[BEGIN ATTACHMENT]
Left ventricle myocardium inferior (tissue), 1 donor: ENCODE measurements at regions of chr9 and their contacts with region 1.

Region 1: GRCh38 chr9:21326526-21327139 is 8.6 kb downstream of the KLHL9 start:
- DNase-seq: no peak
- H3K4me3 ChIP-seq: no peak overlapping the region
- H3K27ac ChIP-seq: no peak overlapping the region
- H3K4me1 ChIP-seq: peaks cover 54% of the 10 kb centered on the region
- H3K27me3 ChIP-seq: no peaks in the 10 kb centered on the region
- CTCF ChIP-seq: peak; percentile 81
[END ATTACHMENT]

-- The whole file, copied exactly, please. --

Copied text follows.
Left ventricle myocardium inferior (tissue), 1 donor: ENCODE measurements at regions of chr9 and their contacts with region 1.

Region 1: GRCh38 chr9:21326526-21327139 is 8.6 kb downstream of the KLHL9 start:
- DNase-seq: no peak
- H3K4me3 ChIP-seq: no peak overlapping the region
- H3K27ac ChIP-seq: no peak overlapping the region
- H3K4me1 ChIP-seq: peaks cover 54% of the 10 kb centered on the region
- H3K27me3 ChIP-seq: no peaks in the 10 kb centered on the region
- CTCF ChIP-seq: peak; percentile 81